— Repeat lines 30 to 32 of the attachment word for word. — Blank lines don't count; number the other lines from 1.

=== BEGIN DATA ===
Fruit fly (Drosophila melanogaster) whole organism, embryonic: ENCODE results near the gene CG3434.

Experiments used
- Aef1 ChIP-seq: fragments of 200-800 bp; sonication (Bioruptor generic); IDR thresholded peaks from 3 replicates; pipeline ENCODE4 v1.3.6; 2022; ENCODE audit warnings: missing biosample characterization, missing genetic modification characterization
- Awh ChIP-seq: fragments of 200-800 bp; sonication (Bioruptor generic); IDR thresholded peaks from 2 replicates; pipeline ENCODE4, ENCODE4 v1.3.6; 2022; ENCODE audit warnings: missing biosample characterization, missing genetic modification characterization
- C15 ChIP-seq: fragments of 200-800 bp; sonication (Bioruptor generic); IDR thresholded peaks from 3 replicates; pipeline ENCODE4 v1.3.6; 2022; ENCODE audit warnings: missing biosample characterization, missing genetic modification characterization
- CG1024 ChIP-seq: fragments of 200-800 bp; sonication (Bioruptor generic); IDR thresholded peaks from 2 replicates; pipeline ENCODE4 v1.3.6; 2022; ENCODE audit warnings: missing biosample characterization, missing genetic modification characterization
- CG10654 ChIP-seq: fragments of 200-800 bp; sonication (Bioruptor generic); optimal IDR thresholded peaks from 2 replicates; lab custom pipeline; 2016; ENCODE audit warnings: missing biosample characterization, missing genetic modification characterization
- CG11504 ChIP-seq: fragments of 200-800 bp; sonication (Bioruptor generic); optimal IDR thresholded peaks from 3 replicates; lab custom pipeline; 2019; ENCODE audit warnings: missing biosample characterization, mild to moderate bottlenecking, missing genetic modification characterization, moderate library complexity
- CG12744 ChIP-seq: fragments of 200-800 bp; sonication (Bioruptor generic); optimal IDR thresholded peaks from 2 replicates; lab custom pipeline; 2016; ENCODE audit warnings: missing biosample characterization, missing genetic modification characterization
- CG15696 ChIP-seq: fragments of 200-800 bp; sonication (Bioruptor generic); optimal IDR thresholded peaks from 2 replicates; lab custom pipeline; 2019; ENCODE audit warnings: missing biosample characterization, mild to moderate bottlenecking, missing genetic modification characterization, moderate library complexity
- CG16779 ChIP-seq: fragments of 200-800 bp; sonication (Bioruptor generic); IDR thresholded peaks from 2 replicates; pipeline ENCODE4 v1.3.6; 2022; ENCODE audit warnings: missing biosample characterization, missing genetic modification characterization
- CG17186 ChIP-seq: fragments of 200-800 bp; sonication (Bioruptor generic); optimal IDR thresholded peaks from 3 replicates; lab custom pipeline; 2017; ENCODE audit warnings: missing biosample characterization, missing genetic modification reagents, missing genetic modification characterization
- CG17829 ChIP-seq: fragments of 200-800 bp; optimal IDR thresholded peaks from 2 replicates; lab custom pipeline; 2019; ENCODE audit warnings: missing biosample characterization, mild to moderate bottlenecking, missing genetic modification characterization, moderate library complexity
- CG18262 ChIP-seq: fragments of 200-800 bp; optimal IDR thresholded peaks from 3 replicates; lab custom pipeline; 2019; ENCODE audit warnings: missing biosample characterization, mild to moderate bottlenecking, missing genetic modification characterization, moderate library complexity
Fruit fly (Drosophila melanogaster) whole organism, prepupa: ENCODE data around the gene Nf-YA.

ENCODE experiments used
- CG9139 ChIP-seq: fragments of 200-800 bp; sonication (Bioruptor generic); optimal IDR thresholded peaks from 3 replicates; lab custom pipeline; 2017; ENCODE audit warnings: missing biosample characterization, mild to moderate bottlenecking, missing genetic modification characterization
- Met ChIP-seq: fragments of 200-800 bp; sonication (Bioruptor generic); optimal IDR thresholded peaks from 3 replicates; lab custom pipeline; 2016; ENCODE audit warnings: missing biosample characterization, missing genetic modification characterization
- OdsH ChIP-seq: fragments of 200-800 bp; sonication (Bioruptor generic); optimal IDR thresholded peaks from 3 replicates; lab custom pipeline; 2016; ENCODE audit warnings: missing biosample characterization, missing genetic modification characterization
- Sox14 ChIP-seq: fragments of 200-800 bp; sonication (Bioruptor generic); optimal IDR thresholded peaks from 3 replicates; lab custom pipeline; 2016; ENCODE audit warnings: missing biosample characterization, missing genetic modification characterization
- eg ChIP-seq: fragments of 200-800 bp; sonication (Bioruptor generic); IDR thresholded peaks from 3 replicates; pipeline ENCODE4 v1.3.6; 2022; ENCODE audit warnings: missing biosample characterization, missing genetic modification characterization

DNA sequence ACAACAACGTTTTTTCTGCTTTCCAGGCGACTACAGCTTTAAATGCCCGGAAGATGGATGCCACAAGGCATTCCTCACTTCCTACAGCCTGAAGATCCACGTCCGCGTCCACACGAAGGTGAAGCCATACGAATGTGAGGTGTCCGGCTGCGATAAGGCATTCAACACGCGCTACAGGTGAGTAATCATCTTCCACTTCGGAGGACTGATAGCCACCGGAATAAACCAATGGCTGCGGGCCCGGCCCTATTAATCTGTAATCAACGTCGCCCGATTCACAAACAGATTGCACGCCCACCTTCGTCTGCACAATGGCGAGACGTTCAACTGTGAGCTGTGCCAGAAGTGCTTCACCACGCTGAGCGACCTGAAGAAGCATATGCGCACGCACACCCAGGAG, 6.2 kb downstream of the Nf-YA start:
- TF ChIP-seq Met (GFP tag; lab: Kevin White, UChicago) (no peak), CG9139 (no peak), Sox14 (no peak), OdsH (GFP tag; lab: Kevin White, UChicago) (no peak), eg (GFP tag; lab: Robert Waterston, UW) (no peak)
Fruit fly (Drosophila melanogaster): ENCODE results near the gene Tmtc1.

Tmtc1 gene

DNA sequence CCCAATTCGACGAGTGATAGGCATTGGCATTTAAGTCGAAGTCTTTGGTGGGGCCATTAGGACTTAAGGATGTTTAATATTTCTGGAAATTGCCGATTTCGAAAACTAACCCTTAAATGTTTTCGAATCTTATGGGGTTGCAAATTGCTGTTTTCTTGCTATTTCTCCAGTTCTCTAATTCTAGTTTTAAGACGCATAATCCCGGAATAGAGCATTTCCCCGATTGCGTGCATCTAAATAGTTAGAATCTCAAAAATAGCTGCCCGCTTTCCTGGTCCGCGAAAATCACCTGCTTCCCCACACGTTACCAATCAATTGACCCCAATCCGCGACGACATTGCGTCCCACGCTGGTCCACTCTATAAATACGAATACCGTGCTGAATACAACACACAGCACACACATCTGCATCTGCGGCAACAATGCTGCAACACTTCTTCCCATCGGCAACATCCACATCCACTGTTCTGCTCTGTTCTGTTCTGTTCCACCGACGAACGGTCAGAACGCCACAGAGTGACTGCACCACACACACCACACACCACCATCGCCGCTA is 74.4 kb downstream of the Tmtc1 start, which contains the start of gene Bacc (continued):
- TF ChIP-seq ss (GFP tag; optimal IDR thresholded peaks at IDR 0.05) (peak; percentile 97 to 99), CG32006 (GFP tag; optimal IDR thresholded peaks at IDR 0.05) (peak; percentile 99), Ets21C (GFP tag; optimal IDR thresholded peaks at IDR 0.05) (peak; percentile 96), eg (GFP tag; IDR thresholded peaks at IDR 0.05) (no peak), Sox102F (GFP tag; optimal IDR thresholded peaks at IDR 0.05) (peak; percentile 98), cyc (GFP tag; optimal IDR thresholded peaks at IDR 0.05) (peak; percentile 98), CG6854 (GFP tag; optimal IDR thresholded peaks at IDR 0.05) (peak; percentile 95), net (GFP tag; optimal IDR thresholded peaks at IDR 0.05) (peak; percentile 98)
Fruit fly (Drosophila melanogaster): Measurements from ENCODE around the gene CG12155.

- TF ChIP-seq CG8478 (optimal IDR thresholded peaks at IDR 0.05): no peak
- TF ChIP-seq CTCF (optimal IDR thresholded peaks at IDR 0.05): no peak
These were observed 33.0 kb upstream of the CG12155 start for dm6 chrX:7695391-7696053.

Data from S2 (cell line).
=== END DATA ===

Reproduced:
- TF ChIP-seq CTCF (optimal IDR thresholded peaks at IDR 0.05): no peak
These were observed 33.0 kb upstream of the CG12155 start for dm6 chrX:7695391-7696053.

Data from S2 (cell line).